“Nobody, I think, ought to read poetry, or look at pictures or statues, who cannot find a great deal more in them than the poet or artist has actually expressed.” – Nathaniel Hawthorne, The Marble Faun
Nathaniel Hawthorne (image courtesy Wikimedia)
I was listening to a radio version of Nathaniel Hawthorne’s “Lady Eleanore’s Mantle” (called “The Curse of the Mantle” on the program) on XM’s Radio Classics channel several days ago. As host Greg Bell, a classic radio era expert who serves as host on the channel did his outro, he talked a little about Hawthorne and noted that he was an “American author whose noted works include The House of the Seven Gables and The Scarlet Letter.”
Greg Bell is a skilled announcer and a knowledgeable fellow, and I enjoy his program notes on the history of the programs he presents. He is invariably chipper and pleasant in his delivery, and he is almost always complimentary about the programs.
His remarks about Hawthorne in the quote above are accurate, of course, and certainly Bell meant only to provide a bit of gloss about the story (which comes from Hawthorne’s Twice Told Tales) and its author. But this was one of those times when his chipper delivery and all too brief remarks struck me as all wrong for informing his audience about an author whose work is as brooding and complex as Hawthorne’s.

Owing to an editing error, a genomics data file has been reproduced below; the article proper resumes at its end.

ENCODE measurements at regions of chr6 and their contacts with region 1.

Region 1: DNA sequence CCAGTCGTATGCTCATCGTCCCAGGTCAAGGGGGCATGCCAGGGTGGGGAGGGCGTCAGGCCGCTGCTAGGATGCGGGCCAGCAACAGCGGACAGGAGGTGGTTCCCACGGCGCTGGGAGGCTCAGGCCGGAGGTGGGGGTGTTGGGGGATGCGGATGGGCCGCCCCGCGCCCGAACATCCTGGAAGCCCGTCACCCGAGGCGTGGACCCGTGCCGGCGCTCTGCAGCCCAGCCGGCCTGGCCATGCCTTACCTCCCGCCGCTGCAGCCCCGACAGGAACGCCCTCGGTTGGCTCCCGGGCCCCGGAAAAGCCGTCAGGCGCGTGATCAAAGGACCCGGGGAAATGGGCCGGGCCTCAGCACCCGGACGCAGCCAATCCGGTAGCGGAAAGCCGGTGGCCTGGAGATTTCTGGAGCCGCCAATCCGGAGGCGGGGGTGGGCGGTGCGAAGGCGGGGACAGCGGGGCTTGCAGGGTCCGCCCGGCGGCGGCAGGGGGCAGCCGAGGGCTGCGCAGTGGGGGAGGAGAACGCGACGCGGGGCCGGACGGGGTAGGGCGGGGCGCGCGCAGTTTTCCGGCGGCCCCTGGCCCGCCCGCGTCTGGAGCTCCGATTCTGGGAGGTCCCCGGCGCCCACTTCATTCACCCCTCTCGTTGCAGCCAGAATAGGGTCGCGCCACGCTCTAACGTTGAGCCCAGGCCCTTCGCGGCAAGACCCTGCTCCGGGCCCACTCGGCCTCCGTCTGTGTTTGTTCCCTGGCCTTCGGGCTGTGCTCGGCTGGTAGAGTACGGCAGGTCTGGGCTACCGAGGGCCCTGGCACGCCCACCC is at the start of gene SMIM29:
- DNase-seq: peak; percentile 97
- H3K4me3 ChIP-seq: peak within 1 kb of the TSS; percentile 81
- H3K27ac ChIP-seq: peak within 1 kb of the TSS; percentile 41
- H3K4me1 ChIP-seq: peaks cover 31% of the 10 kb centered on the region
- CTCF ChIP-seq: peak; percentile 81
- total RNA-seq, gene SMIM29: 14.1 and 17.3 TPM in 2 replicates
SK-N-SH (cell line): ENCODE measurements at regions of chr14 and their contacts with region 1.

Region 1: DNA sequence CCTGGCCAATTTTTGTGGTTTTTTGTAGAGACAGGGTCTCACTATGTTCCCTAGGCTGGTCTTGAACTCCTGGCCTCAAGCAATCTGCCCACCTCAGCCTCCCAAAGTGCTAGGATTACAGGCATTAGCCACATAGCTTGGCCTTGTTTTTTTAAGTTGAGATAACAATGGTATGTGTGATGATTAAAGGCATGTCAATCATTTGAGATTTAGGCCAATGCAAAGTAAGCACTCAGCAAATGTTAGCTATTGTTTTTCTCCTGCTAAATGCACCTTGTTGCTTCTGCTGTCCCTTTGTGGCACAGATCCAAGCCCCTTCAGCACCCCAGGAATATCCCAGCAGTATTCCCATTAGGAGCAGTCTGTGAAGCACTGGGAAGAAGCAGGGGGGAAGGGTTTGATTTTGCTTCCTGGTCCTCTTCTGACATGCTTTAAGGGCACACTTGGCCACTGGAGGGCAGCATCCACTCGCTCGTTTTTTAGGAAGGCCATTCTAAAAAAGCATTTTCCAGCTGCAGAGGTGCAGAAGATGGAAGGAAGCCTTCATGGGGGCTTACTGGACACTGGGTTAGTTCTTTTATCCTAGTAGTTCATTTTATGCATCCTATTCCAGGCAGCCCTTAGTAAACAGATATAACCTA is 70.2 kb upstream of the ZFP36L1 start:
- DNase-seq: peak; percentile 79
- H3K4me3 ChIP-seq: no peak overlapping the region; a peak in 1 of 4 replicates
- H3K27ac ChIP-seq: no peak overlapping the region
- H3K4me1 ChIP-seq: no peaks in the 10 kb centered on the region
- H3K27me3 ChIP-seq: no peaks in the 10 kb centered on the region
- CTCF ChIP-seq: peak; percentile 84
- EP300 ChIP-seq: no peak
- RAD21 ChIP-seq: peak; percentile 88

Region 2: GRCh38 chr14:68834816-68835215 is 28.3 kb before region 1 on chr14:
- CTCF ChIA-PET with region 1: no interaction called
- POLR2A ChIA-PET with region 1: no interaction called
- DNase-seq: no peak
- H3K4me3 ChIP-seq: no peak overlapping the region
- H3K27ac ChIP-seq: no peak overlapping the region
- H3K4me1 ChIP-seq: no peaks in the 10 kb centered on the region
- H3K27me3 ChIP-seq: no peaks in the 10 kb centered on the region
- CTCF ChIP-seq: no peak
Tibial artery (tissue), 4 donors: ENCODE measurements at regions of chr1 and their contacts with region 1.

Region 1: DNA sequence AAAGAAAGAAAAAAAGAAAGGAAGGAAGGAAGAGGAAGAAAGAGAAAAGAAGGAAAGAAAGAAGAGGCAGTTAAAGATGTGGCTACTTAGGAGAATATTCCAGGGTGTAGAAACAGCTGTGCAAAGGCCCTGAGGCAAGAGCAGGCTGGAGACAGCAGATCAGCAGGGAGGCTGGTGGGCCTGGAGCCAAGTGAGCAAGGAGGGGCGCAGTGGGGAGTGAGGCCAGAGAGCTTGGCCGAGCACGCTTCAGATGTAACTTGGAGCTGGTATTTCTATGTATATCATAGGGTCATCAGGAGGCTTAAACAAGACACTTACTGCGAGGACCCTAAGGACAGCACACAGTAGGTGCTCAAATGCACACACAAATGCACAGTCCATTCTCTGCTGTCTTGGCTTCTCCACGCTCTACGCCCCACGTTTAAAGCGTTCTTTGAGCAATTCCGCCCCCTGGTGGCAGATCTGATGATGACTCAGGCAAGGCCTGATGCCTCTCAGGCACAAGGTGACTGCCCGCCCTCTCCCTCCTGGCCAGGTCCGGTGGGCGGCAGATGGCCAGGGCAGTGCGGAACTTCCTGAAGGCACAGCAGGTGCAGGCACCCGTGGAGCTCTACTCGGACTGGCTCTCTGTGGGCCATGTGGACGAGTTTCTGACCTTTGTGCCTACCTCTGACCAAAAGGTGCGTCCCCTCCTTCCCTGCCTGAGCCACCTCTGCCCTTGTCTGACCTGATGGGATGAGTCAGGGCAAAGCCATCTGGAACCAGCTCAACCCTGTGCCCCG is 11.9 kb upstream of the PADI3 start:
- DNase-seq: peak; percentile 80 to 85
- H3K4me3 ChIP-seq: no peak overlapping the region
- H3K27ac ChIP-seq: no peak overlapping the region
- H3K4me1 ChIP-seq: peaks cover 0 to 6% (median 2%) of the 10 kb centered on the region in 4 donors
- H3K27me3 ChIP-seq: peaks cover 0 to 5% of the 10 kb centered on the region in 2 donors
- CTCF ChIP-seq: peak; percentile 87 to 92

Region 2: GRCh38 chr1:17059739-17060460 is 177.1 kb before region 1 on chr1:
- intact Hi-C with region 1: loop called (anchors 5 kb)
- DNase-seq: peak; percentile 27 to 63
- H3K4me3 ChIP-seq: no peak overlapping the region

As a thought exercise, let’s look at how some others contemporaries described the estimable Hawthorne….
“If we are going to go anywhere, we’ve got to have talent. And, I’m going to put my money in talent.” – Ray Kroc, founder, McDonald’s
McDonald’s founder Ray Kroc, channeling his inner Che Guevara (image courtesy Pinterest)
Read part 1, part 2)
If you’ve ever worked in a fast food restaurant, especially any big chain fast food restaurant (and millions have, so the odds are good many people who read this will have done so), you remember the training: every action is done by a specific rule, and it must be done by that rule. Every. Single. Time.
There’s a reason for that. It’s called Hamburger University.
Milkshake mixer salesman Ray Kroc approached Richard and Maurice McDonald in 1954 with the idea of franchising their Southern California hamburger stands. His interest was to create a series of stores, tightly controlled (Kroc would allow franchisees to purchase only one store at a time which gave him a measure of control no their restaurant chain possessed) and modeled on his vision of “mechanized” food served efficiently, predictably, and calculably.